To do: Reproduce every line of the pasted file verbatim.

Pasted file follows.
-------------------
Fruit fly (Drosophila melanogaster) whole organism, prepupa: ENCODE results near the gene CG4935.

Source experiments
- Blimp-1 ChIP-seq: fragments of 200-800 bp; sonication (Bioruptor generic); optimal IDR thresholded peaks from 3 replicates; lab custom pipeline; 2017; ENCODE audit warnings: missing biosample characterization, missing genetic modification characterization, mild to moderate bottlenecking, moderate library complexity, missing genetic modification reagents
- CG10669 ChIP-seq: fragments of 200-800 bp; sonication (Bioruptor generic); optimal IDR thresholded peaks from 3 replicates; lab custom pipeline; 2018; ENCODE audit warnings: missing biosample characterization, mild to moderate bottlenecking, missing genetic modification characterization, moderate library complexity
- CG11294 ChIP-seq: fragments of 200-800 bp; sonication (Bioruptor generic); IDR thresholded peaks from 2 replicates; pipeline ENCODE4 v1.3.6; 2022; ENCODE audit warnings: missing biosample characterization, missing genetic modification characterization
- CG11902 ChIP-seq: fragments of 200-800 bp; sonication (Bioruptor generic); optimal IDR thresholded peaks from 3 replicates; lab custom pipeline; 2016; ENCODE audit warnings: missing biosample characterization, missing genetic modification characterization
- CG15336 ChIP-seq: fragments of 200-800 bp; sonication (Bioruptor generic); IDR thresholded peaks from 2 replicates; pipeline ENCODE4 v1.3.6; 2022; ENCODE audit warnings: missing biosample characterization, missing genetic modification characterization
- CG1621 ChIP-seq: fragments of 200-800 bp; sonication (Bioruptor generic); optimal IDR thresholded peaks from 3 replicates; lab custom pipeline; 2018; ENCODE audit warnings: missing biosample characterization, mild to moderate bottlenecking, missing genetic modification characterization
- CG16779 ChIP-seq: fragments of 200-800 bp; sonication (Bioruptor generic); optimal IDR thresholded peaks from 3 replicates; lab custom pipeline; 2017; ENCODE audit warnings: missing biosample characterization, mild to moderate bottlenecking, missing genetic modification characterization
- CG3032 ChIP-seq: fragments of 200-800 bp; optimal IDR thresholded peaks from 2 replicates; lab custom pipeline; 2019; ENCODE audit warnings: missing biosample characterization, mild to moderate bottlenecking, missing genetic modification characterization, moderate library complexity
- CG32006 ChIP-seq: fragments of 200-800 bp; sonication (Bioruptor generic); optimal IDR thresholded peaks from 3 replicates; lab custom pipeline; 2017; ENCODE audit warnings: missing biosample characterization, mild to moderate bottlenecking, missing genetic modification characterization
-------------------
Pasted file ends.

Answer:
Fruit fly (Drosophila melanogaster) whole organism, prepupa: ENCODE results near the gene CG4935.

Source experiments
- Blimp-1 ChIP-seq: fragments of 200-800 bp; sonication (Bioruptor generic); optimal IDR thresholded peaks from 3 replicates; lab custom pipeline; 2017; ENCODE audit warnings: missing biosample characterization, missing genetic modification characterization, mild to moderate bottlenecking, moderate library complexity, missing genetic modification reagents
- CG10669 ChIP-seq: fragments of 200-800 bp; sonication (Bioruptor generic); optimal IDR thresholded peaks from 3 replicates; lab custom pipeline; 2018; ENCODE audit warnings: missing biosample characterization, mild to moderate bottlenecking, missing genetic modification characterization, moderate library complexity
- CG11294 ChIP-seq: fragments of 200-800 bp; sonication (Bioruptor generic); IDR thresholded peaks from 2 replicates; pipeline ENCODE4 v1.3.6; 2022; ENCODE audit warnings: missing biosample characterization, missing genetic modification characterization
- CG11902 ChIP-seq: fragments of 200-800 bp; sonication (Bioruptor generic); optimal IDR thresholded peaks from 3 replicates; lab custom pipeline; 2016; ENCODE audit warnings: missing biosample characterization, missing genetic modification characterization
- CG15336 ChIP-seq: fragments of 200-800 bp; sonication (Bioruptor generic); IDR thresholded peaks from 2 replicates; pipeline ENCODE4 v1.3.6; 2022; ENCODE audit warnings: missing biosample characterization, missing genetic modification characterization
- CG1621 ChIP-seq: fragments of 200-800 bp; sonication (Bioruptor generic); optimal IDR thresholded peaks from 3 replicates; lab custom pipeline; 2018; ENCODE audit warnings: missing biosample characterization, mild to moderate bottlenecking, missing genetic modification characterization
- CG16779 ChIP-seq: fragments of 200-800 bp; sonication (Bioruptor generic); optimal IDR thresholded peaks from 3 replicates; lab custom pipeline; 2017; ENCODE audit warnings: missing biosample characterization, mild to moderate bottlenecking, missing genetic modification characterization
- CG3032 ChIP-seq: fragments of 200-800 bp; optimal IDR thresholded peaks from 2 replicates; lab custom pipeline; 2019; ENCODE audit warnings: missing biosample characterization, mild to moderate bottlenecking, missing genetic modification characterization, moderate library complexity
- CG32006 ChIP-seq: fragments of 200-800 bp; sonication (Bioruptor generic); optimal IDR thresholded peaks from 3 replicates; lab custom pipeline; 2017; ENCODE audit warnings: missing biosample characterization, mild to moderate bottlenecking, missing genetic modification characterization